A federal jury in North Carolina last week awarded Altria Group $95 million in damages from rival RJ Reynolds Vapor Co. after finding that Reynolds infringed on three Altria patents. The disputed patents concerned the pod-based Vuse Alto—currently the most popular vaping product in the convenience store/gas station segment of the vaping market.
RJ Reynolds Vapor Co. is the vape product arm of tobacco giant Reynolds American Inc., which is a division of British American Tobacco. The trial settled patent-infringement complaints filed in May 2020 by Altria Client Services against Reynolds in the U.S. District Court for the Middle District of North Carolina. The patents involved the Vuse Alto’s pod assembly.
Altria said in a press release that the jury award was for “past damages through June 30, 2022,” and that post-trial proceedings “will address ongoing damages through the expiration of Altria’s patents in 2035.” According to Altria, the jury agreed Reynolds should pay an ongoing royalty rate of 5.25 percent to Altria for Vuse Alto sales occurring after June 30.
Reynolds said in a statement it intends to “vigorously defend the issues remaining for the court, and, if necessary, we will appeal the decision” to the federal circuit court of appeals.
Reynolds claimed in 2020 that the infringement complaints by Altria were filed in retaliation for patent complaints filed by Reynolds against Philip Morris International (PMI) regarding the heated tobacco product (HTP) IQOS, which Altria sold in the U.S. under license from PMI. As a result of that patent dispute, the U.S. International Trade Commission (ITC) last September ordered imported IQOS devices off the American market. PMI later announced it would produce and sell IQOS in the U.S. itself.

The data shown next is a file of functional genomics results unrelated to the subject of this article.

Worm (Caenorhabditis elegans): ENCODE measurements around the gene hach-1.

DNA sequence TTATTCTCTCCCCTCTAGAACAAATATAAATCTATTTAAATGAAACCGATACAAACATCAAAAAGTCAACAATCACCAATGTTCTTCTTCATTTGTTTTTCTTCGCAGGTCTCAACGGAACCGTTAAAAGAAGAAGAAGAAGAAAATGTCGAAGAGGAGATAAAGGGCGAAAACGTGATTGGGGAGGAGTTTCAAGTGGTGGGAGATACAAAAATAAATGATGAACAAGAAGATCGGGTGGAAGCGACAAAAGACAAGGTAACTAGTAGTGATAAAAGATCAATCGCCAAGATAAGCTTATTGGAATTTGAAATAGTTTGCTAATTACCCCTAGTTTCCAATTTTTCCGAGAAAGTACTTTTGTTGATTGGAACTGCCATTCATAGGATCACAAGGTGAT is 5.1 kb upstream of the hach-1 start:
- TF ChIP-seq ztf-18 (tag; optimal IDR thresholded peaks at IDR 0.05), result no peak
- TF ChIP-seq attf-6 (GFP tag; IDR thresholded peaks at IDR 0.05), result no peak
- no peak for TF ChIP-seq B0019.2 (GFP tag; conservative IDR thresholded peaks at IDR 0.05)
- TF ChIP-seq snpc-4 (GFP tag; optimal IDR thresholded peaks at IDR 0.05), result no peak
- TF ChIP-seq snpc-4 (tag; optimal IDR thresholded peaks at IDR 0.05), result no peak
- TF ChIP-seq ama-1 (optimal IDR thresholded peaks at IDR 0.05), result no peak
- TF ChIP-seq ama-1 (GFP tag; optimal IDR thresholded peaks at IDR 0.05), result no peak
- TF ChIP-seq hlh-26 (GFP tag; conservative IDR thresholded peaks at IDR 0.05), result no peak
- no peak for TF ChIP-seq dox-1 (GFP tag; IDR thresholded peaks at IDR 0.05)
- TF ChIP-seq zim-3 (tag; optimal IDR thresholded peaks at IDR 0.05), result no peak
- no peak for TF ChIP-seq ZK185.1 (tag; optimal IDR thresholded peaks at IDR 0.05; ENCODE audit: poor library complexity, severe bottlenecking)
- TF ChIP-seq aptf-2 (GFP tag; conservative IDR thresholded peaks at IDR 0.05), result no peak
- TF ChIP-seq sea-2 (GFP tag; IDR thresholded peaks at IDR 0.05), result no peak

The FDA has not authorized sale of the Vuse Alto, although three other Vuse devices—the Vuse Solo, and the Vuse Ciro and Vibe—have been given the okay to remain on the market. Reynolds submitted a premarket tobacco application (PMTA) for the Alto over two years ago, and it remains on the market due to the FDA’s 2021 enforcement discretion statements.
In April 2022, the FDA authorized sale of the NJOY Ace, a pod-based vape device very similar to the Vuse Alto. Both products are partly manufactured by the same Chinese company, Smoore, which also was involved with production of Altria’s MarkTen Elite pod vape before it was discontinued in October 2018. (Altria stopped selling vapor products entirely in early December 2018, and announced it would buy 35 percent of Juul Labs just two weeks later.)
In 2021, Reynolds settled a separate patent lawsuit with a small Ohio-based vape company, Fuma International, that alleged Reynolds used Fuma’s technology in the design of the Vuse Solo and Ciro.